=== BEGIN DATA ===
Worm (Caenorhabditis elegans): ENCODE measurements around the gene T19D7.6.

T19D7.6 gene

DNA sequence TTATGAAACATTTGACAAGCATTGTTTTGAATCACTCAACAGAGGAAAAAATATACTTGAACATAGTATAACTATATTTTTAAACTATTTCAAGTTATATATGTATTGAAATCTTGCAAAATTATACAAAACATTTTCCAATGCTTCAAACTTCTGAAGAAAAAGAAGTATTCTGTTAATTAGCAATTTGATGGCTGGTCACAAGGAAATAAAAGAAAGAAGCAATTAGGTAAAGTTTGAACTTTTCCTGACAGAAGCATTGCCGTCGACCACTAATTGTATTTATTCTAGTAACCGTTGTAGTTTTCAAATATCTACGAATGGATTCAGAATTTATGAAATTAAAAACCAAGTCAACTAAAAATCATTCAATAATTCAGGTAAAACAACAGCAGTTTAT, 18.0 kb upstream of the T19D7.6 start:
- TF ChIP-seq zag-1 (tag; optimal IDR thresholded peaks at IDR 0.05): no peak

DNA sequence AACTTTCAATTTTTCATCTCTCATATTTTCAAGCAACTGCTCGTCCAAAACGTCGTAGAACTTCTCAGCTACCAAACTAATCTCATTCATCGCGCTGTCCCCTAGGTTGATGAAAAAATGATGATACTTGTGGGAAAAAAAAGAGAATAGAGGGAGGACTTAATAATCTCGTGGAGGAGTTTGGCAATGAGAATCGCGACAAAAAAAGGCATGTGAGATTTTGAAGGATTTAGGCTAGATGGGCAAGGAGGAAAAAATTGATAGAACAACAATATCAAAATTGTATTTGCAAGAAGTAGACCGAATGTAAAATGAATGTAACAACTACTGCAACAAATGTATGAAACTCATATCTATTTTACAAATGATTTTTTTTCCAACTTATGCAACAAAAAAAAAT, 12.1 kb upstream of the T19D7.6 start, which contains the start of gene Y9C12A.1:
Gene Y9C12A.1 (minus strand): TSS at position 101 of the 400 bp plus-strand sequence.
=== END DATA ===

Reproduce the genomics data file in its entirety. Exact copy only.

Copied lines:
Worm (Caenorhabditis elegans): ENCODE measurements around the gene T19D7.6.

T19D7.6 gene

DNA sequence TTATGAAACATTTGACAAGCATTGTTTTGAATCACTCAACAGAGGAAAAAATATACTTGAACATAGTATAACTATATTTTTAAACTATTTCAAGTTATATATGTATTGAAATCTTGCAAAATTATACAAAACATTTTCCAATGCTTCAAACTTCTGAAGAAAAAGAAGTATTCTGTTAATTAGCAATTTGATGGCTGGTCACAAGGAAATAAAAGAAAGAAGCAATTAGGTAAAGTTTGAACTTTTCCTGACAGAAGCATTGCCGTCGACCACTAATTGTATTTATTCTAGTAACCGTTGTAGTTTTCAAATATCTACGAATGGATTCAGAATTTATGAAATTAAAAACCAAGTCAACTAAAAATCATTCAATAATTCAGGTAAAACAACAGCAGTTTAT, 18.0 kb upstream of the T19D7.6 start:
- TF ChIP-seq zag-1 (tag; optimal IDR thresholded peaks at IDR 0.05): no peak

DNA sequence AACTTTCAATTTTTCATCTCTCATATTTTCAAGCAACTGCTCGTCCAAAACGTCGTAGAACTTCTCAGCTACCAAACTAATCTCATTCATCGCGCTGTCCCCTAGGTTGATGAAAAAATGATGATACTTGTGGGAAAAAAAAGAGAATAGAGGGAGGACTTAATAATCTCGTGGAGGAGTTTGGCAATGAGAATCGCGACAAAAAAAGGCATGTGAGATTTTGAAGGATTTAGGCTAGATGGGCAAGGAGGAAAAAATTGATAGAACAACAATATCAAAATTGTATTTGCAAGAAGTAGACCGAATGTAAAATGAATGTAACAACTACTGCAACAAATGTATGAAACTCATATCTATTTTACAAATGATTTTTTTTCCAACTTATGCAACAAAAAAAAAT, 12.1 kb upstream of the T19D7.6 start, which contains the start of gene Y9C12A.1:
Gene Y9C12A.1 (minus strand): TSS at position 101 of the 400 bp plus-strand sequence.